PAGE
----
Fried chicken, of course, goes beautifully with beer, and in Korea, the two are served together so often that they’ve been christened with a portmanteau name: chimaek, from chicken and maekju (beer). You’ll find innumerable small, casual places serving chimaek, which comes in a wide variety, from sutbul, which is cooked on a charcoal fire, to twice-fried boneless (sunsal) bites.
Eating is always a communal experience in Korea, chimaek even more so than most, and you’ll often see large groups of coworkers or students relaxing together. Because it’s so sociable, sometimes solo diners may find it challenging to find a place to enjoy chimaek by themselves. (I was once turned away from a chimaek with the confused — possibly mistranslated — instruction to come back when I had my friends with me.)
Dinner with friends: Korean barbecue
There’s nowhere more sociable than a Korean barbecue joint. If you’ve never been, this is one of the most quintessential Korean eateries. Each table has its own grill in the middle, where you can grill the assortment of meats and vegetables that you order. Some come plain, while others, like bulgogi, come thinly sliced and marinated in spicy-sweet sauces.
Alongside this, you’ll get an assortment of rice, banchan, and ssam, which are finishing garnishes. Spicy peppers, garlic cloves, grated ginger, and other bold, punchy ingredients make an appearance, adding depth and brightness to the rich, smoky meat.
You’ll also get a selection of lettuce or perilla leaves. Though it’s often translated as ‘sesame leaves’, perilla is actually closer to the mint family, with a clean, green-grass taste. Finally, there’ll be bowls of ssamjang, a dipping sauce that combines the fermented funk of doenjang soybean paste with the fire of gochujang.
Everything at a barbecue place is DIY — you grill your own meat and cut it into easy-to-nibble-sized pieces and then assemble each bite as you see fit. The only rule is that your bite should be just that — one bite. I like to start with a perilla leave, add a thick layer of ssamjang, a dollop of mild rice, and a dash of ginger. Then I top it all with a chunk of galbi, the Korean word for beef short ribs that have been charred to perfection, with a gold-brown crust and curling corners of sizzling fat.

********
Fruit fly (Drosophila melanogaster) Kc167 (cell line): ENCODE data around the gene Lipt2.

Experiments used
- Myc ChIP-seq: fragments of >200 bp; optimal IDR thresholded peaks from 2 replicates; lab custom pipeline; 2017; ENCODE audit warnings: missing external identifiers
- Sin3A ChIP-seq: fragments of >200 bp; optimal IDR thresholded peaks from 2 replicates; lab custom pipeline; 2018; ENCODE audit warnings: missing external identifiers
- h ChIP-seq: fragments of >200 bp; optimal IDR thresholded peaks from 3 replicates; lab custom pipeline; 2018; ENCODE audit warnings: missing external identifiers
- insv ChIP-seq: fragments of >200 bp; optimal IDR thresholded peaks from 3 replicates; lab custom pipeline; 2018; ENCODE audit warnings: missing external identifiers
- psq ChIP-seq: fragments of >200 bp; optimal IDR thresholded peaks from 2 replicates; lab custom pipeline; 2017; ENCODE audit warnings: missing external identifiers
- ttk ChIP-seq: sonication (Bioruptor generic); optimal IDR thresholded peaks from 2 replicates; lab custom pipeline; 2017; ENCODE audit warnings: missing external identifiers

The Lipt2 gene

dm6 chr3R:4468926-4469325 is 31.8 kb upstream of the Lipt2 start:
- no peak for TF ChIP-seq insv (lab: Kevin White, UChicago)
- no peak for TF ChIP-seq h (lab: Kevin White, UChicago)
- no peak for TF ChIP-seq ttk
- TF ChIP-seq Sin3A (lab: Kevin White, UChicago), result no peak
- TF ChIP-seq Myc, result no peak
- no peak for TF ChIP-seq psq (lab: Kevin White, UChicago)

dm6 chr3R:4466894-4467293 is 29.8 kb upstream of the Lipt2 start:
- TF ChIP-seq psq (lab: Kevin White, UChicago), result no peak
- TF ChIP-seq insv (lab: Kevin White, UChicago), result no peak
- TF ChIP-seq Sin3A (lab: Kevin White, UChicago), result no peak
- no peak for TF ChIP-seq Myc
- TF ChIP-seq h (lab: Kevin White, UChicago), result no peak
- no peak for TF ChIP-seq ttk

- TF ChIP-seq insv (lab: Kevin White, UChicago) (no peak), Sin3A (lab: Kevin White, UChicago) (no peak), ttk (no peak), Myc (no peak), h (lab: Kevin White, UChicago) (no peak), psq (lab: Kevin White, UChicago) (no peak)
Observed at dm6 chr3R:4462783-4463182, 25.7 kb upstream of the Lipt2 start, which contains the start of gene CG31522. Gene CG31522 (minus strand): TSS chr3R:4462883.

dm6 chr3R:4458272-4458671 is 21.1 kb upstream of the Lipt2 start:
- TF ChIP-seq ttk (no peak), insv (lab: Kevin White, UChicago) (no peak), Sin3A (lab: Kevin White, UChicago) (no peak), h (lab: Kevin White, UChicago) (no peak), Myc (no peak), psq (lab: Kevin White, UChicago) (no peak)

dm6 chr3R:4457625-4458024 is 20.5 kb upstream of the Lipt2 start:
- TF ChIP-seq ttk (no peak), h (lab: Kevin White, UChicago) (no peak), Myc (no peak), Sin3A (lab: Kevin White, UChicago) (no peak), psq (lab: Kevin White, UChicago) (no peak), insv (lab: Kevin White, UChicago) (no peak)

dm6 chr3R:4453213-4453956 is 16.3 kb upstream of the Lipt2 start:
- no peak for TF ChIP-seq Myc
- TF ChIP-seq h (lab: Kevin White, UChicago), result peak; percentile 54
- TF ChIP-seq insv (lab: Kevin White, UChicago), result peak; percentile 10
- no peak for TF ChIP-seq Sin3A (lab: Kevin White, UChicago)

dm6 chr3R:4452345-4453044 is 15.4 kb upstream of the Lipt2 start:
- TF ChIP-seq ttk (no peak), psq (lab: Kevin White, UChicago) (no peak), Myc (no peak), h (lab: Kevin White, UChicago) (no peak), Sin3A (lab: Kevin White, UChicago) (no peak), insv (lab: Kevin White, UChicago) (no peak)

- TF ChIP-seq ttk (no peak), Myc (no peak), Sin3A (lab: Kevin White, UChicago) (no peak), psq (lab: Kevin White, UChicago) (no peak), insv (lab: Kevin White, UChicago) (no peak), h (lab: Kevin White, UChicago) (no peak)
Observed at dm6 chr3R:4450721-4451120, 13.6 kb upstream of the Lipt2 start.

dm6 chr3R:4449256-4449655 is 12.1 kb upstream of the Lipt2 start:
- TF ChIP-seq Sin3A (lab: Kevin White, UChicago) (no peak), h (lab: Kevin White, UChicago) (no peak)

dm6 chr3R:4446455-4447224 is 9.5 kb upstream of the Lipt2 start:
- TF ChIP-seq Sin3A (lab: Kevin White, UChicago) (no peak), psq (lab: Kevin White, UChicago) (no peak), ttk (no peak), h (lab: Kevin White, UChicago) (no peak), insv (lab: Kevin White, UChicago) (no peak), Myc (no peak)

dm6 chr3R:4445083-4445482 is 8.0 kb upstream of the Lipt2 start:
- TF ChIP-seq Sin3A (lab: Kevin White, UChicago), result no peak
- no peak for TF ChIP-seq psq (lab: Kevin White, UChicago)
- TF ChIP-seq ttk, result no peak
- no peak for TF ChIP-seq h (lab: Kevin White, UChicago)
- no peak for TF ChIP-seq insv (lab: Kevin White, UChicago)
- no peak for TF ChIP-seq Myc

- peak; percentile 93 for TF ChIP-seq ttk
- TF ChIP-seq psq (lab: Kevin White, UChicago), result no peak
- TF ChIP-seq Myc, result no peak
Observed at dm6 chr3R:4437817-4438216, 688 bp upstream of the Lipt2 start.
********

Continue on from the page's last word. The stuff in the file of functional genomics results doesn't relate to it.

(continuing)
You’ll often see Koreans unwinding after work at barbecue joints, grouped around a table, drinking endless bottles of soju, swapping stories, and assembling their meal one bite at a time. The atmosphere is loudly convivial, with conversations nearly shouted over the blaring K-pop and gales of laughter rolling through the room.
Warming soups & stews
Winters are frigid and unforgiving in Korea and the country’s cuisine features plenty of warming soups and stews, usually with a side of rice. (More on rice in a moment.) Korean food is eaten with chopsticks, called jeosgalag, and with a long spoon, usually made from stainless steel. All Korean food is cut into bite-sized pieces, but especially foods in the soups and stews, where everything is usually braised until it falls apart.
One of the most popular soups is kimchi jjigae, which uses kimchi as the base, but can have almost any ingredient included. It’s often served communally and should be eaten at a piping-hot temperature. Myself, I love sundubu jjigae, a label that covers a variety of stews that all have tofu as the base. The silky soft tofu adds a luscious mouthfeel to the thick, rich broth. It’s a meal that feels warm and filling.
Whatever I order, I like to alternate between bites of the stew and spoonfuls of rice that I carefully lower into the steaming bowl — it’s a tiny thrill to watch the red-tinted broth flood the white grains and the starch helps tame the spice a bit. Others, however, like to just dump the rice in and stir before they start eating. Both methods are entirely authentic.
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Start thinking about your experience. These itineraries are simply suggestions for how you could enjoy some of the same experiences as our specialists. They’re just for inspiration, because your trip will be created around your particular tastes.View All Tours in South Korea